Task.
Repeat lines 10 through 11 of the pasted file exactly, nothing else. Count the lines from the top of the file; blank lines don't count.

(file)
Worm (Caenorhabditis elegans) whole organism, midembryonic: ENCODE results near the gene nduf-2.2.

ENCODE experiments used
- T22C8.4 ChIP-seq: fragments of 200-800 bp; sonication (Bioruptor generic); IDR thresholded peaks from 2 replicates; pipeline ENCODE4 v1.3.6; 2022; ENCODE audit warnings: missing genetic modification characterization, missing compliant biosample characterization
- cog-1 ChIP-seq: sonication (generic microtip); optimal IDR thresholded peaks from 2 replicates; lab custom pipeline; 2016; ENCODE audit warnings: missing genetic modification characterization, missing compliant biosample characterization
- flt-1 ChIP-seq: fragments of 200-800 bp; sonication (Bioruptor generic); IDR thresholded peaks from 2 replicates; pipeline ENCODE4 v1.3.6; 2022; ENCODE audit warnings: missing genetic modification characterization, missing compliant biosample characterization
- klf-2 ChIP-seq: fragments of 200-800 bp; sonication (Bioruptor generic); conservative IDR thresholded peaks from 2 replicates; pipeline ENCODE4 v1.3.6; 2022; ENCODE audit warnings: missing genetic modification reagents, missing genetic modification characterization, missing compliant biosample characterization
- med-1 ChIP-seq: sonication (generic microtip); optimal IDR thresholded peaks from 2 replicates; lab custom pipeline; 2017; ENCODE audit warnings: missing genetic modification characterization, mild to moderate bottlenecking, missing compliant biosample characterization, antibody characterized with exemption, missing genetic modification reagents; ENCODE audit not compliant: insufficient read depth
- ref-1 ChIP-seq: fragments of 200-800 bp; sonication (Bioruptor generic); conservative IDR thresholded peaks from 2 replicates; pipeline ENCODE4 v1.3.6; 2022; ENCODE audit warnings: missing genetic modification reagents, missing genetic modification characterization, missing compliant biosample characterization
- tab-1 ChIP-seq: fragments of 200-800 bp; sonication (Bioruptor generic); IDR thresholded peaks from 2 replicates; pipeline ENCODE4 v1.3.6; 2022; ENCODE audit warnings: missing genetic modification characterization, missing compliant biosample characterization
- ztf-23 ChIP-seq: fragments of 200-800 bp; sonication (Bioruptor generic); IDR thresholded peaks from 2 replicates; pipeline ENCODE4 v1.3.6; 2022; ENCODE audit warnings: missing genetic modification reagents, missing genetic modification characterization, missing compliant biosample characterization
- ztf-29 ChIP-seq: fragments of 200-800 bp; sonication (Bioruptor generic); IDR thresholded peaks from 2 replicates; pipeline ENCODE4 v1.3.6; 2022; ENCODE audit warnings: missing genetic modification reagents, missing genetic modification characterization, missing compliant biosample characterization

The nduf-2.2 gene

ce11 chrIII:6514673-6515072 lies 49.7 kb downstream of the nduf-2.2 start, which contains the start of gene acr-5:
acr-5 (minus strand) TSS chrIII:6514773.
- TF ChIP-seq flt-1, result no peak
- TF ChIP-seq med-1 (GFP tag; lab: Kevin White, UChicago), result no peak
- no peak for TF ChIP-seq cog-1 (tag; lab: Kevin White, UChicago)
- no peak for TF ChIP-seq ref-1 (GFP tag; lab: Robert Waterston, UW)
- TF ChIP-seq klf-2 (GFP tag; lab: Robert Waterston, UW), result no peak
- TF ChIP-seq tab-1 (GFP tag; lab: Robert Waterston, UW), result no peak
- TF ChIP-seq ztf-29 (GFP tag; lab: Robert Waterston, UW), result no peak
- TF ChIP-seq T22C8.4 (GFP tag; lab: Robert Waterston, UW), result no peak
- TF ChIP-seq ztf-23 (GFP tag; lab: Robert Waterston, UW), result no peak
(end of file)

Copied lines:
- ztf-23 ChIP-seq: fragments of 200-800 bp; sonication (Bioruptor generic); IDR thresholded peaks from 2 replicates; pipeline ENCODE4 v1.3.6; 2022; ENCODE audit warnings: missing genetic modification reagents, missing genetic modification characterization, missing compliant biosample characterization
- ztf-29 ChIP-seq: fragments of 200-800 bp; sonication (Bioruptor generic); IDR thresholded peaks from 2 replicates; pipeline ENCODE4 v1.3.6; 2022; ENCODE audit warnings: missing genetic modification reagents, missing genetic modification characterization, missing compliant biosample characterization